trinity bellwoods drum circle

Drum circle held at Trinity Bellwoods Park in Toronto with little distancing or mask usage

It's been several long months since Trinity Bellwoods made headlines for being the gathering spot of choice for drunken young people who refused to heed public health advice, and now it seems a different group is drawing attention to the infamous park.

As cases of COVID-19 in Toronto continue to rise exponentially, photos of a drum circle that took place in Bellwoods this past weekend show a crowd of people dancing close to one another with little-to-no social distancing or mask usage in place.

Drum circles have been taking place in Trinity Bellwoods for years now and have become a beloved weekend activity for the more free-spirited of the city's residents, but their continuation throughout the pandemic is drawing criticsm from some who say the gatherings are unsafe. 

trinity bellwoods drum circle"Has bylaw enforcement ceased altogether?" asked one Toronto resident on Twitter Monday morning. "I saw a maskless drum circle dance party at Bellwoods yesterday. Selfish people keeping smaller groups and families from enjoying the park. Infuriating."

Earlier this month, as case numbers began to rise, the Ontario government introduced smaller gathering limits throughout the province to try and curb the spread of the virus. 

While the original Stage 3 limits allowed for gatherings of 50 people inside and 100 outside, the updated guidelines allow just 10 people at an indoor private event or gathering and 25 people at an outdoor private event or gathering.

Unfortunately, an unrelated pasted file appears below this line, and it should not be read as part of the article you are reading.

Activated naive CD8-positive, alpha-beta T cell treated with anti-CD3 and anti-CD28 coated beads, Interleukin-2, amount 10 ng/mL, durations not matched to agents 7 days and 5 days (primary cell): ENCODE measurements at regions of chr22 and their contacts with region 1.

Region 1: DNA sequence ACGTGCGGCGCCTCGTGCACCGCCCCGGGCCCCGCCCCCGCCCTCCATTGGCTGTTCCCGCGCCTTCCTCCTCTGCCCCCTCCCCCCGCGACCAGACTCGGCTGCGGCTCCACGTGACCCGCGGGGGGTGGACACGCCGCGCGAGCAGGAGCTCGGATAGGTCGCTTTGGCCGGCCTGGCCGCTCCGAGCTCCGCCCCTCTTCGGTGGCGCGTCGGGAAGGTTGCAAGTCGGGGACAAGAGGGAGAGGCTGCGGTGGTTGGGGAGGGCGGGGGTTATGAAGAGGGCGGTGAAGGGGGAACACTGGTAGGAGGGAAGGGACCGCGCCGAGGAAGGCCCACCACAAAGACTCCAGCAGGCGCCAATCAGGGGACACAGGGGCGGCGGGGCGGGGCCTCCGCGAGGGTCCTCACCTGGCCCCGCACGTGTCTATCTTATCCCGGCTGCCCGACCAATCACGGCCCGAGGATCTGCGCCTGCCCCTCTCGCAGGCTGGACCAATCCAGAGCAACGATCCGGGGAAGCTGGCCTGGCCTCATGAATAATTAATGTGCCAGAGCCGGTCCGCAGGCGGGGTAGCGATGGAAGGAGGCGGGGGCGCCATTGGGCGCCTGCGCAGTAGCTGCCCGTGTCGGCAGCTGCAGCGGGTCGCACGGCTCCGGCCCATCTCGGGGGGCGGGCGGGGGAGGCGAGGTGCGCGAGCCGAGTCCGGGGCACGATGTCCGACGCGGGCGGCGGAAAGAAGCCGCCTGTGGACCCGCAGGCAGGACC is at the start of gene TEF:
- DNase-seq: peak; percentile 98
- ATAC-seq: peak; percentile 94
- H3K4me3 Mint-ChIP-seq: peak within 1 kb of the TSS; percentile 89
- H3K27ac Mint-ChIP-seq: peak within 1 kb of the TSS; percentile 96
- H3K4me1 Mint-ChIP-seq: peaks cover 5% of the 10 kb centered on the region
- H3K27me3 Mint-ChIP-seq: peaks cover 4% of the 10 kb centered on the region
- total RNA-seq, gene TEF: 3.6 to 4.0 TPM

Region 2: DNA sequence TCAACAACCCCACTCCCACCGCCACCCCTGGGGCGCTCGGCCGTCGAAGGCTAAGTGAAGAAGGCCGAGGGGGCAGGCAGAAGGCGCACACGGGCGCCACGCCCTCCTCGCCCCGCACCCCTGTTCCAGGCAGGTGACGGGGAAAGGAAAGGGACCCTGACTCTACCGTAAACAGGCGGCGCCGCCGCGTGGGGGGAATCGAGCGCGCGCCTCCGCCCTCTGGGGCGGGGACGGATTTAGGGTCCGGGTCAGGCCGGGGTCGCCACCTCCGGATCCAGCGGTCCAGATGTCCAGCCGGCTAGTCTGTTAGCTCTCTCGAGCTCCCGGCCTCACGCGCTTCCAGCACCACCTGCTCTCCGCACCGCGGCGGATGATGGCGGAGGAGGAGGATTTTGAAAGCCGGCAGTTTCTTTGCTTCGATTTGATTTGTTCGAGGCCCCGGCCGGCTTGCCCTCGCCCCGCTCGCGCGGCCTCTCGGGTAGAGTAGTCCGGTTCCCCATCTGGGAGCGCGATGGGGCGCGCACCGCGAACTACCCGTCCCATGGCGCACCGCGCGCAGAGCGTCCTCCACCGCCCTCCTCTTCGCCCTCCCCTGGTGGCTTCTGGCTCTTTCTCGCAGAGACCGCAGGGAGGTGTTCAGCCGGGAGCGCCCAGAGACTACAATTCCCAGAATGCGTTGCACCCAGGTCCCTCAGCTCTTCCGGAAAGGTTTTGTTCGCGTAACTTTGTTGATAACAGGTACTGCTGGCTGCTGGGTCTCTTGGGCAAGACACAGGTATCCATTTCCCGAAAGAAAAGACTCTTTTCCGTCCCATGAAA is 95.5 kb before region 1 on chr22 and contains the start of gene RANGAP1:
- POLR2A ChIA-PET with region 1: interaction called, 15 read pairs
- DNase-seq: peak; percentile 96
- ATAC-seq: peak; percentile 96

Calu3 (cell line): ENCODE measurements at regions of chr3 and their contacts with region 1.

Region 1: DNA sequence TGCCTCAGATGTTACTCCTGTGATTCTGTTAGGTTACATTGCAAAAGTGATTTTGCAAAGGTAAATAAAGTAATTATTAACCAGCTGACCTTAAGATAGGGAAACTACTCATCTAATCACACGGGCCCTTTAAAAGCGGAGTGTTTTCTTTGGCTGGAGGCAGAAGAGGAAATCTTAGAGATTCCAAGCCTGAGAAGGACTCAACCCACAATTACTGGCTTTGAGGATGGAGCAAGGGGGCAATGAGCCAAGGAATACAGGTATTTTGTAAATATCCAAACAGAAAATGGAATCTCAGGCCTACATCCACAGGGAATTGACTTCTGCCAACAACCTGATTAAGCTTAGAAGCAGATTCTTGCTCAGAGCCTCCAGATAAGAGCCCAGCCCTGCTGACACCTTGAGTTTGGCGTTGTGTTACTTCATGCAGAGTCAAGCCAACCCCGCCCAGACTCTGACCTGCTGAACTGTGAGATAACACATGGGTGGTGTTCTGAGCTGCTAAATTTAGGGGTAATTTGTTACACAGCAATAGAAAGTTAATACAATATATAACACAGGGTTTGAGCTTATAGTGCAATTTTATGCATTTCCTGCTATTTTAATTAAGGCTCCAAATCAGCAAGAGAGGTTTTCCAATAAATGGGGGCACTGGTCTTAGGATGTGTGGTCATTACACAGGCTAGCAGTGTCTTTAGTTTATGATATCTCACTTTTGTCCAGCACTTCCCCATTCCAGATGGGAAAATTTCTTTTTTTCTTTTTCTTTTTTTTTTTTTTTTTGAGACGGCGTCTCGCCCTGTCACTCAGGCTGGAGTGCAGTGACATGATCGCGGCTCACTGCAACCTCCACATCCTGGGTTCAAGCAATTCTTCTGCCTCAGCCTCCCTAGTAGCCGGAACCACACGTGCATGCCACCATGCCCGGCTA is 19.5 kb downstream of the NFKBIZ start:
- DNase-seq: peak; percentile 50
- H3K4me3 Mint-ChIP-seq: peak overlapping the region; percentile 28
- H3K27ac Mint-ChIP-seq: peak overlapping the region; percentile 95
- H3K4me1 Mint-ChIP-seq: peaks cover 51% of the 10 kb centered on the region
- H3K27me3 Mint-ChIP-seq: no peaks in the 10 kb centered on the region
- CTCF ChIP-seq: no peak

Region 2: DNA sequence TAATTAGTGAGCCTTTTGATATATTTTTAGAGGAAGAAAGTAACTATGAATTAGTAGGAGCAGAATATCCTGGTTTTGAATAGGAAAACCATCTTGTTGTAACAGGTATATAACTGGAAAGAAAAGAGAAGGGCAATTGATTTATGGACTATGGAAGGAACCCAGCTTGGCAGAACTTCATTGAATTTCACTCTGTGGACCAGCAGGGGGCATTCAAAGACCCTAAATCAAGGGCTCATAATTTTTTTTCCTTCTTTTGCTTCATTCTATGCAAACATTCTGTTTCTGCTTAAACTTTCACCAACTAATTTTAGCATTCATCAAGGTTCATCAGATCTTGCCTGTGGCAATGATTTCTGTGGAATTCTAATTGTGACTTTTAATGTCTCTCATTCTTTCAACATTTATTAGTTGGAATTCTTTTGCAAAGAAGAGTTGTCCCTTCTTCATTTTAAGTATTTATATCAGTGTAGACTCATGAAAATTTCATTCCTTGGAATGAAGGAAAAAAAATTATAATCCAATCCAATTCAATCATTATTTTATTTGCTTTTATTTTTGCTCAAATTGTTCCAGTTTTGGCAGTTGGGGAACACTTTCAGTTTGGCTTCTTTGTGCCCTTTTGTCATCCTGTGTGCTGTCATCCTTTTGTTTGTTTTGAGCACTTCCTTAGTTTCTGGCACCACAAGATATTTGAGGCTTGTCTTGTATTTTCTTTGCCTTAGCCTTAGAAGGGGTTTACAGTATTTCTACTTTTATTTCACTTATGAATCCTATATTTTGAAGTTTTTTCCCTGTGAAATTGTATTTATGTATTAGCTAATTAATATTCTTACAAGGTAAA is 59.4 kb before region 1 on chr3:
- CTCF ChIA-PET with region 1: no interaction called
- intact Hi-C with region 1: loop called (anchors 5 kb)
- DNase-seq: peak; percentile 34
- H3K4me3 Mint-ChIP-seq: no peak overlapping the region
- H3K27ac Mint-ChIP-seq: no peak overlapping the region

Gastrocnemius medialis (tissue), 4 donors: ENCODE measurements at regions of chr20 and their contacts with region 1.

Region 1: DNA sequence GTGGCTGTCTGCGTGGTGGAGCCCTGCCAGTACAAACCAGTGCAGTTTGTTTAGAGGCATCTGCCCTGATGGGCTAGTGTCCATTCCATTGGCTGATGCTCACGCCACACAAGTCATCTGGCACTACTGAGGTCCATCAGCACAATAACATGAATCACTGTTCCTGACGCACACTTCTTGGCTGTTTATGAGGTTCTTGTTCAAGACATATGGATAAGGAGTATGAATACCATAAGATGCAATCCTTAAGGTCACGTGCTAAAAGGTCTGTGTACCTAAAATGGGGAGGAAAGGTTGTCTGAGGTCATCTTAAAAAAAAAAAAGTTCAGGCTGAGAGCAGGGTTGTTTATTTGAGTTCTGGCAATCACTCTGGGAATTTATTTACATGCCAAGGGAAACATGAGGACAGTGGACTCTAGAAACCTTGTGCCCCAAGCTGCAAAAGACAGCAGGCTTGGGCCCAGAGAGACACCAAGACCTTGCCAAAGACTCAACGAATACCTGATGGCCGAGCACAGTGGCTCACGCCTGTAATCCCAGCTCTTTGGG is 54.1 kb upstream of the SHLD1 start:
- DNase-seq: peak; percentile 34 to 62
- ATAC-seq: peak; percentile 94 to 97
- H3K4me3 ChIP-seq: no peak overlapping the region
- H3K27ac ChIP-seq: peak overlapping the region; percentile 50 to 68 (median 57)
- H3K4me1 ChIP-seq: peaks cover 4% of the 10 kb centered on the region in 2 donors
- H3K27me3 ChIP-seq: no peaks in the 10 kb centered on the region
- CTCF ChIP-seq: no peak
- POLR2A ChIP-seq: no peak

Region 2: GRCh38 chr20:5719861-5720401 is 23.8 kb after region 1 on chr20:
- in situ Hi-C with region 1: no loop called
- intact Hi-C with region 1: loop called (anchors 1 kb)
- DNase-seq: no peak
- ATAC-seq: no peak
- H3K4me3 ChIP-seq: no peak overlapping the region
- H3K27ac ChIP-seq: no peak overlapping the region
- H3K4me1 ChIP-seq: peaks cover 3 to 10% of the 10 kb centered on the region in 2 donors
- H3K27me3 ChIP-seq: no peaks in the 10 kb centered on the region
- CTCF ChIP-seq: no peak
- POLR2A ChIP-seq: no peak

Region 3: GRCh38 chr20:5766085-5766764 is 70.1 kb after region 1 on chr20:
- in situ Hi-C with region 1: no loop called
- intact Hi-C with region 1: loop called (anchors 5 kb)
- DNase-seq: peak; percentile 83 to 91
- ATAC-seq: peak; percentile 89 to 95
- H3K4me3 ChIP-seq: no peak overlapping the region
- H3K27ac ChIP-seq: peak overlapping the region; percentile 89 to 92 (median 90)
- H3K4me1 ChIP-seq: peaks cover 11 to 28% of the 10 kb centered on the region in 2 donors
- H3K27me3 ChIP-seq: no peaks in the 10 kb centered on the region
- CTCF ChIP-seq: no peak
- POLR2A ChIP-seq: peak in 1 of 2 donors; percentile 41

The former gathering limits still apply for organized events and gatherings held within businesses and facilities operating in accordance with Ontario's reopening rules, but all other events held in private residences, backyards, parks, and other recreation areas are considered private gatherings and are therefore subject to the stricter limits.

These gatherings are also expected to include physical distancing between anyone who is not from the same household. 

And yet, photos from this past weekend's drum circle show far more than 25 people gathered together, with hardly any distance maintained between participants.

When asked about Toronto Public Health's stance on the drum circle, Associate Medical Officer of Health Dr. Vinita Dubey said residents are encouraged to spend time outdoors but are expected to follow public health measures while doing so.

"Toronto Public Health (TPH) encourages residents to go outside for fresh air, exercise, and to take part in activities that are good for overall physical and mental health, while following public health measures to reduce the spread of COVID-19," she said.

"Toronto residents are expected to follow provincial and municipal regulations and bylaws for both organized and private gatherings, that are held both indoors and outdoors."

In an email, Dr. Dubey reiterated the specific gathering limits that are currently in place and also said the city's bylaw on physical distancing in city parks and squares as well as the mandatory mask or face covering bylaw for indoor public spaces remain in effect.

"COVID-19 continues to spread in the community. With community transmission and a recent resurgence of cases, we all have to be aware that in all situations, there is a risk for coming into contact with someone who is contagious with COVID-19," said Dr. Dubey. 

"Everyone is reminded to adopt these steps for self-protection: as much as possible limit contact with anyone you don't live with; as often as possible, keep at least six feet apart from people you don't live with; as often as possible, wear a mask when outside your home, especially in indoor settings and when physical distancing is difficult; wash your hands frequently; and remain at home when ill."

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